Hydrogen Bonding 8.4 Water (Prelim) 8.4.2 The wide distribution and importance of water on Earth is a consequence of its molecular structure and hydrogen bonding
Syllabus Points Stage 6 preliminary unit on Water. describe hydrogen bonding between molecules plan and perform an investigation to identify and describe the effect of anti-freeze or salt on the boiling point of water
What is a Hydrogen Bond? Hydrogen bonds are the attractive force between the hydrogen attached to an electronegative atom of one molecule and an electronegative atom of a different molecule. Hydrogen (H) needs to be attached to a highly electronegative Oxygen (O), Fluoride (F), Nitrogen (N) atom.
Why are O, F & N so attractive?? In each of these molecules note: 1. A hydrogen atom! 2. the hydrogen is attached directly to one of the most electronegative elements, causing the hydrogen to acquire a significant amount of positive charge. 3. Each of the elements to which the hydrogen is attached is not only significantly negative, but also has at least one "active" lone pair. In these interactions, a hydrogen atom is the donor, and the respective electronegative atom is the acceptor of the bond. Electronegativity Values F (4.0) O (3.5) N(3.0)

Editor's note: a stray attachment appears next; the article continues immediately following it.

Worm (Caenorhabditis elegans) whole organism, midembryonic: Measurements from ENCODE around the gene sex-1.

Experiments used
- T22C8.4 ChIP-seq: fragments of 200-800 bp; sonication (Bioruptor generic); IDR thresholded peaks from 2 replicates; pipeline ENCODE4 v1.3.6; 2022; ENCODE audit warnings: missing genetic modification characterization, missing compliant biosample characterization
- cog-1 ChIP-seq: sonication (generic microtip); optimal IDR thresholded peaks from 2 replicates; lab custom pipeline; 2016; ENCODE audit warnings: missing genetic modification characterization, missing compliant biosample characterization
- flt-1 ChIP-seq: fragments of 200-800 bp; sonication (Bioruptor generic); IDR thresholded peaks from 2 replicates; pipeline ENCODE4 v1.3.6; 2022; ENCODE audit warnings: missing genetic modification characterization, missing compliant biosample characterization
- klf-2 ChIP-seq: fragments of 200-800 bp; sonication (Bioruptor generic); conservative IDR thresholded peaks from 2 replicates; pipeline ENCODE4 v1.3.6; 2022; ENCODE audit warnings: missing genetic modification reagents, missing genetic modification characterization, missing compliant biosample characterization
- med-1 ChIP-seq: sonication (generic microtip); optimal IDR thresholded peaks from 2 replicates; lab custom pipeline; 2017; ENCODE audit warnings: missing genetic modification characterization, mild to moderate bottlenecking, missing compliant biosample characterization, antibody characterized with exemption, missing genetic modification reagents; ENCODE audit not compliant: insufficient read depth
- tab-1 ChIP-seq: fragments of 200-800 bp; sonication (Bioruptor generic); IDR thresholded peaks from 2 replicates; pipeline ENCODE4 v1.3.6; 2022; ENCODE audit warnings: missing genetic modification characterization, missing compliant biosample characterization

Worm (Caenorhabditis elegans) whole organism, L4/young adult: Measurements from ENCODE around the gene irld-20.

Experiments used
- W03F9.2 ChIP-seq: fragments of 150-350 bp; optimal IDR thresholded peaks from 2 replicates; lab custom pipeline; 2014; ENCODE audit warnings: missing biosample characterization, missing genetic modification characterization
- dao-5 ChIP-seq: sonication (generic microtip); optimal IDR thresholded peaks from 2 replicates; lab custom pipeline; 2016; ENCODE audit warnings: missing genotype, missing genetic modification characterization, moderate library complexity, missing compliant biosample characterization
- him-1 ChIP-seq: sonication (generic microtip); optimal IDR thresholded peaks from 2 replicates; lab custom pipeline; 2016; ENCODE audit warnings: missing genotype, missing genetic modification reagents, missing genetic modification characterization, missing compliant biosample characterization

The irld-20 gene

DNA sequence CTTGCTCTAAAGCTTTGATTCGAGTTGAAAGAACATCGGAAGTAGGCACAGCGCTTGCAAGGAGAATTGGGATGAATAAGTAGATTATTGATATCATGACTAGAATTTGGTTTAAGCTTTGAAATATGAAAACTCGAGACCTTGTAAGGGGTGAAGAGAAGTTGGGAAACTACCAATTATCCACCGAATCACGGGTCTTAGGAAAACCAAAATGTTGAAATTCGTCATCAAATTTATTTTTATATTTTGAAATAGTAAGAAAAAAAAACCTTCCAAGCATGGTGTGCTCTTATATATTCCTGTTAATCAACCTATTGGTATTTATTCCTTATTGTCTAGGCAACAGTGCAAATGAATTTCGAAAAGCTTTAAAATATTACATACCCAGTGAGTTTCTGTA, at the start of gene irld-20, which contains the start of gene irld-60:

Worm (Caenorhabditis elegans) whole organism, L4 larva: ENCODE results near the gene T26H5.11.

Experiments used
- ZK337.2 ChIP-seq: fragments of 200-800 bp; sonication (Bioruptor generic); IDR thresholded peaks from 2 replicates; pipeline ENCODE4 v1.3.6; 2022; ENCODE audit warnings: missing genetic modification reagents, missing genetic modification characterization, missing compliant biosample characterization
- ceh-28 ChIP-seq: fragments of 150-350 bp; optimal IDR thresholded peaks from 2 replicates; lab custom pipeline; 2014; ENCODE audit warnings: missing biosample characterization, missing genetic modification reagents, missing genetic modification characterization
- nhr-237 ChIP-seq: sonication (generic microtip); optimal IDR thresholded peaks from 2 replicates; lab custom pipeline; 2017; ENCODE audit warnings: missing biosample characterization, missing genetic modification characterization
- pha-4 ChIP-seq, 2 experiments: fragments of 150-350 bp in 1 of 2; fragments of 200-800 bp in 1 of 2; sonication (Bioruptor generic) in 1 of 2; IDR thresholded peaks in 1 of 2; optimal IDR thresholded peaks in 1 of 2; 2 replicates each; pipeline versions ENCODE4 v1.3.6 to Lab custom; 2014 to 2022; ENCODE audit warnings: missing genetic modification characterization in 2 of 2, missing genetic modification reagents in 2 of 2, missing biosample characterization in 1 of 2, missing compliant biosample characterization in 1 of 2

Hydrogen Bonding in Water Water could be considered as the "perfect" hydrogen bonded system. Each Oygen (O) has 2 lone pairs of electrons therefore, 4 Hydrogen bonds (H-bonds) can be formed. Hydrogen-bonding network formed in liquid water is responsible for many of the essential and unique properties of water. Ice forms a crystalline lattice, held together by a multitude of H-bonds
Hydrogen Bonding in molecules the hydrogen is partially positive and attracted to the partially negative charge on the nitrogen. Nitrogen has only one lone pair, thus, only one hydrogen bond can be made to each nitrogen.